A new Chinese retrospective study has reported that young women (under 36 years) have worse disease-free survival and overall survival than somewhat older, but still premenopausal, women (age 36 to 50 years). Young women with breast cancer are thought to have less favorable prognostic factors and worse outcomes. The study was designed to examine whether young age at diagnosis influences breast cancer outcomes independent of other prognostic factors. In other words, does a 30 year old women with a given set of breast cancer characteristics have the same or worse prognosis as a 40 year old woman with substantially identical breast cancer? The study included 551 breast cancer patients who were diagnosed at age 35 or younger and 551 women who were diagnosed between ages 36 and 50. The two groups of women were matched according to year of diagnosis, family history of breast cancer, tumor stage, hormone receptor status and adjuvant therapy.

Median disease-free survival was shorter among young patients (23.2 months) than among middle aged patients (28.4 months). Similarly, the five-year disease-free survival rate was lower among young patients (63.7%) compared to middle aged patients (74.7%), as was the overall survival rate (79.5% compared to 85.6%). The authors conclude that young age is an independent negative prognostic factor for operable breast cancer.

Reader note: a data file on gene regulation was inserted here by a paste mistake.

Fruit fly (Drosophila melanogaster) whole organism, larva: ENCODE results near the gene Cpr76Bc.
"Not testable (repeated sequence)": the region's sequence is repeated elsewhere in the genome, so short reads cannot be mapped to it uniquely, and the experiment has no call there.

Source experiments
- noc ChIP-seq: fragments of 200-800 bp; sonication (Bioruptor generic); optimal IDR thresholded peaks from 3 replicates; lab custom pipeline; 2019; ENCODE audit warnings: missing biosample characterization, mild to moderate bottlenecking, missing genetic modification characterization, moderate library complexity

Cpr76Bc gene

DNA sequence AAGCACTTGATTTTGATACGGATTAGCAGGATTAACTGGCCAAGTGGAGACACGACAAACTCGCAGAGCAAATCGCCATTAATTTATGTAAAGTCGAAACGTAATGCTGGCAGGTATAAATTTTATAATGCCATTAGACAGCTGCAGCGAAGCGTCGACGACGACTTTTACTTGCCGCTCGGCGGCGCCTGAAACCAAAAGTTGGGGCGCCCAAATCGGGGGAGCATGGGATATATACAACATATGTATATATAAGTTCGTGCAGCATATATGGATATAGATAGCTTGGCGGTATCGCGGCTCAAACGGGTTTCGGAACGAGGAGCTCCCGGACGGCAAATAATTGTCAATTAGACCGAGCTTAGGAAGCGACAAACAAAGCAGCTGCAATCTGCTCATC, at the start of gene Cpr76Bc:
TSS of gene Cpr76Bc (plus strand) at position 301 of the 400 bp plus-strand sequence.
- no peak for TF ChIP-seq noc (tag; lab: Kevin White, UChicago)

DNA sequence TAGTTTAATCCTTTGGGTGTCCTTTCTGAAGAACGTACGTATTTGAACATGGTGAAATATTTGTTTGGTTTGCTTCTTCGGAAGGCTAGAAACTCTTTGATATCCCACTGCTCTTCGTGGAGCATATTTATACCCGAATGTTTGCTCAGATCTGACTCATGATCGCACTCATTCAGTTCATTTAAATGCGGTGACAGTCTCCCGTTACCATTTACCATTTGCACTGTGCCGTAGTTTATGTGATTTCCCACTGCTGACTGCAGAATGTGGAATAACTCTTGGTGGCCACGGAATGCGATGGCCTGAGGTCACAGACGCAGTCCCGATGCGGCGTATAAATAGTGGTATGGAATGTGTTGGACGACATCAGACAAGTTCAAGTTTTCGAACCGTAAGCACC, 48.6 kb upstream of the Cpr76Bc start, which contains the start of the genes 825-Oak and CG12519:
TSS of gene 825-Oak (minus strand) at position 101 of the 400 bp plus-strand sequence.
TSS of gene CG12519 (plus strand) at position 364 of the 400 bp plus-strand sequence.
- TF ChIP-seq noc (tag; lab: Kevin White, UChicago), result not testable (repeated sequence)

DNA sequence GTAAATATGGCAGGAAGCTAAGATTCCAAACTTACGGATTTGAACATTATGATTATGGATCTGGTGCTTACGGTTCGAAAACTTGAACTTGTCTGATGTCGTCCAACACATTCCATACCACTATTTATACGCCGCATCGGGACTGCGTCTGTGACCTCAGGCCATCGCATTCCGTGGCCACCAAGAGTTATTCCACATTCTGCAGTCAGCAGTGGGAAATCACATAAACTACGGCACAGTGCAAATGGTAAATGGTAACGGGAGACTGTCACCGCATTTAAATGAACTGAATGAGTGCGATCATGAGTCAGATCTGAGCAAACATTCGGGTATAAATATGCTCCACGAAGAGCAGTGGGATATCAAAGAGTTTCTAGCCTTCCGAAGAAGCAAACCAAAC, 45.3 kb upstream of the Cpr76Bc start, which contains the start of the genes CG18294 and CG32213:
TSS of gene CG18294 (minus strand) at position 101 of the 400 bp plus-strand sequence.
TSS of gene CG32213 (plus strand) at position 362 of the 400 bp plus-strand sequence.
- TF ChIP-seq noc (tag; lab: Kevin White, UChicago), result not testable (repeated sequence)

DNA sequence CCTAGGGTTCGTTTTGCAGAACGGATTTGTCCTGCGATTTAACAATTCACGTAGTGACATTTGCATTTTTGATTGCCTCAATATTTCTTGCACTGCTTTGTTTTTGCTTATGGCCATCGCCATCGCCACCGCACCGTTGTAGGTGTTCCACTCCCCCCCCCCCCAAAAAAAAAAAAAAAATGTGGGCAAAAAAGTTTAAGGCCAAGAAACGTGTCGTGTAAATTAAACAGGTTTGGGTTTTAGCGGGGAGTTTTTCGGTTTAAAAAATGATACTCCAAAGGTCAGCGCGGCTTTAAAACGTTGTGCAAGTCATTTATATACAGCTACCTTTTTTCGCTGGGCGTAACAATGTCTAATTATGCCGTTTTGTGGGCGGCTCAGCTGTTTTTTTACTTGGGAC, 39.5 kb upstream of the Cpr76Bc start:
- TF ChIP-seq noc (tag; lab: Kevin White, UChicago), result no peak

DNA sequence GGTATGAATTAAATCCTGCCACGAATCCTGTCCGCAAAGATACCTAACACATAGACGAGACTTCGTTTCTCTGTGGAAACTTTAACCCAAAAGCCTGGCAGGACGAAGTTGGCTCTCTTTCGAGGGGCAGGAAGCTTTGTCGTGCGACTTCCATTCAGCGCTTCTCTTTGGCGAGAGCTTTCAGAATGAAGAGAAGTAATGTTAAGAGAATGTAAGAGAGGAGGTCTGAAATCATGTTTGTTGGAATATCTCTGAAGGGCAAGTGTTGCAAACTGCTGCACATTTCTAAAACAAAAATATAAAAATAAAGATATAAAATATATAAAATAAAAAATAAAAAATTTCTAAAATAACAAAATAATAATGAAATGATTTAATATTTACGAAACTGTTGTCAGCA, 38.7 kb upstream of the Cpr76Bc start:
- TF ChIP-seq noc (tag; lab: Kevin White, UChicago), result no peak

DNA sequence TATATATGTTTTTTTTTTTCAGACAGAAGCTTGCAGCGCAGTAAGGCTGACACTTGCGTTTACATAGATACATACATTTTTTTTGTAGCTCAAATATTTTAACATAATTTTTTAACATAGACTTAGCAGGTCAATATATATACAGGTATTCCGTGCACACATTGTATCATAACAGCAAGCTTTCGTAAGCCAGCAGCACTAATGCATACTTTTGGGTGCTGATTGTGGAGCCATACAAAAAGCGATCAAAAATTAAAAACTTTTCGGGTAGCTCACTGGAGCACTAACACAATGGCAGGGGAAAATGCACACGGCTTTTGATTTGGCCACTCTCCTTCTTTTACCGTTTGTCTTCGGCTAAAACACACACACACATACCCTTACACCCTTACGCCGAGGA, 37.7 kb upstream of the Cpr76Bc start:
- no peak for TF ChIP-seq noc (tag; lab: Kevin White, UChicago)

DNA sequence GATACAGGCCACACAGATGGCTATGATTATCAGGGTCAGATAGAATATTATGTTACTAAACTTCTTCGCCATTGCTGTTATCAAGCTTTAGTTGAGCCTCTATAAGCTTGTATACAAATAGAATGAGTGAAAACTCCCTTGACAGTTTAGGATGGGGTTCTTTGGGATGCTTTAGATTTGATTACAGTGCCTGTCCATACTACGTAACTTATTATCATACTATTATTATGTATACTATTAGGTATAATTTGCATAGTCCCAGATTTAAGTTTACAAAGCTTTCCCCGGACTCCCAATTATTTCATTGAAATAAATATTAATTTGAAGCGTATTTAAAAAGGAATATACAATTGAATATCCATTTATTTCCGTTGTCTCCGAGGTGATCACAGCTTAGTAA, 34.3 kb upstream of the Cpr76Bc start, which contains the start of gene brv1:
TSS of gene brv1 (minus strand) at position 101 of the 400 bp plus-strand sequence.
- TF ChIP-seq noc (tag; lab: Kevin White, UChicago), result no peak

Comments regarding the study

While the survival rates reported appear worse than comparably aged U.S. patients, the study conclusions are consistent with previous reports. The findings suggest that breast cancer in young women tends to have aggressive characteristics even if standard prognostic characteristics do not appear to be particularly unfavorable. This in turn implies that treatment should also be aggressive.

Please see our article on how young breast cancer survivors can avoid a recurrence for more information.